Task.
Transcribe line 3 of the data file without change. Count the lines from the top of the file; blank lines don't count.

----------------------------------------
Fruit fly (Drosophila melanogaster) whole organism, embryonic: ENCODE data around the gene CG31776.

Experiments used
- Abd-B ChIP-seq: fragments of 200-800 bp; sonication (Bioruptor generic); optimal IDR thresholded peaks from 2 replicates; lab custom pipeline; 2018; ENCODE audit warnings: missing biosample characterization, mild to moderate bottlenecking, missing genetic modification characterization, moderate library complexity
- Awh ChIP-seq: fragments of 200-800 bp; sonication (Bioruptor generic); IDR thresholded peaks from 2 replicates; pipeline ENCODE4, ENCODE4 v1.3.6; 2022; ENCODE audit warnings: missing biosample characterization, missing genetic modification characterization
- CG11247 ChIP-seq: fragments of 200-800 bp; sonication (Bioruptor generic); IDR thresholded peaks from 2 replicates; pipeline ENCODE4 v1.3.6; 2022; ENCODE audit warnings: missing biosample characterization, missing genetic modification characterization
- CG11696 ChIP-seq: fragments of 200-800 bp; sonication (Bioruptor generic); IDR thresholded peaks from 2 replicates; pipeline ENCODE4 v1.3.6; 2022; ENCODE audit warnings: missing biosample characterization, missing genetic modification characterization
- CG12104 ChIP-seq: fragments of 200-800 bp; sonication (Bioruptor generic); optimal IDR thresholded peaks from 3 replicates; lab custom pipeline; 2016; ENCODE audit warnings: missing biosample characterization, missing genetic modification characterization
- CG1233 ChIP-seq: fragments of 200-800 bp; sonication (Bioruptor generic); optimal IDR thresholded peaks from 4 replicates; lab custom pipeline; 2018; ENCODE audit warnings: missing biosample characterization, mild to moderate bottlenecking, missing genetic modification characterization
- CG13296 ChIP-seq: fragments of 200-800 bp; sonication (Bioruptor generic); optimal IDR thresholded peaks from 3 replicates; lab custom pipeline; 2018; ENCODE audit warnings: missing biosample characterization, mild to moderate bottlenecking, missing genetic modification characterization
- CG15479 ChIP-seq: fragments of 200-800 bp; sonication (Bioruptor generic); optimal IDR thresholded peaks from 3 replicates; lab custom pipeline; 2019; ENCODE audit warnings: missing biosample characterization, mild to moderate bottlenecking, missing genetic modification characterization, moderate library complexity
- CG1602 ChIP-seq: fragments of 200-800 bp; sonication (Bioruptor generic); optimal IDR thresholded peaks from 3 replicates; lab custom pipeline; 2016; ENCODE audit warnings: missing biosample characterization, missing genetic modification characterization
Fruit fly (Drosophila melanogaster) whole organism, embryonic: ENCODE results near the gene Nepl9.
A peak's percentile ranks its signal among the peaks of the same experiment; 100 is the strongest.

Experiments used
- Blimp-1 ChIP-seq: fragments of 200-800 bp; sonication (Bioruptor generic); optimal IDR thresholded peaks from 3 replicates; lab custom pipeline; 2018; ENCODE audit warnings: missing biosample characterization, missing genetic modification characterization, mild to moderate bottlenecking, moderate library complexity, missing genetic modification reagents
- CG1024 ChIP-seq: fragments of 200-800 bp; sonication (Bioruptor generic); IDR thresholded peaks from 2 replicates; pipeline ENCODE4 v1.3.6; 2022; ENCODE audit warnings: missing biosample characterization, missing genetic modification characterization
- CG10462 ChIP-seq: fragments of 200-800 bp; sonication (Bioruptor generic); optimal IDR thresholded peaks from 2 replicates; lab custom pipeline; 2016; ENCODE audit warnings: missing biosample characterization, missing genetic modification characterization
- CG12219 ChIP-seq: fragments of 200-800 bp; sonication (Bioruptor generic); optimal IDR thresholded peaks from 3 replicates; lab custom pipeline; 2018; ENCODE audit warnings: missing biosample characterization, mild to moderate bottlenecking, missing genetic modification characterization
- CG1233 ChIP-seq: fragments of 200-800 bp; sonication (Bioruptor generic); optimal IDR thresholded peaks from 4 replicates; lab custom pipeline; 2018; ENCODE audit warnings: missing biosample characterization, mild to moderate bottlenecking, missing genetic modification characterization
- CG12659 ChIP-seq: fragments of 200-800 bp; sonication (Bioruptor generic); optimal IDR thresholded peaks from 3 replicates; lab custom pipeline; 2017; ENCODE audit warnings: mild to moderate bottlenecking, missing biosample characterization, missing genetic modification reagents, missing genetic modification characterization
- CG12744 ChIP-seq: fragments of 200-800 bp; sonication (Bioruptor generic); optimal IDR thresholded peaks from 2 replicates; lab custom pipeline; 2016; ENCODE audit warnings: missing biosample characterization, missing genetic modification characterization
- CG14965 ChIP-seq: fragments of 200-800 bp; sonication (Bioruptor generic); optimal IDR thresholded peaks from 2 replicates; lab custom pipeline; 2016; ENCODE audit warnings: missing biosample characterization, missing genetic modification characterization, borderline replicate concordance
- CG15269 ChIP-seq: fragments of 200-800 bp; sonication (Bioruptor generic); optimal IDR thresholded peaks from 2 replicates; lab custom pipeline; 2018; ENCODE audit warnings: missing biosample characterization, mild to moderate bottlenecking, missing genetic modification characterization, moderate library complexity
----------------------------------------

- Abd-B ChIP-seq: fragments of 200-800 bp; sonication (Bioruptor generic); optimal IDR thresholded peaks from 2 replicates; lab custom pipeline; 2018; ENCODE audit warnings: missing biosample characterization, mild to moderate bottlenecking, missing genetic modification characterization, moderate library complexity